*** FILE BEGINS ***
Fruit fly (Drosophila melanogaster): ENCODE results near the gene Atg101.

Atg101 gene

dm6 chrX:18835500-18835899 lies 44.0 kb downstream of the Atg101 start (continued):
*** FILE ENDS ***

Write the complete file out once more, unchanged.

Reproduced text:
Fruit fly (Drosophila melanogaster): ENCODE results near the gene Atg101.

Atg101 gene

dm6 chrX:18835500-18835899 lies 44.0 kb downstream of the Atg101 start (continued):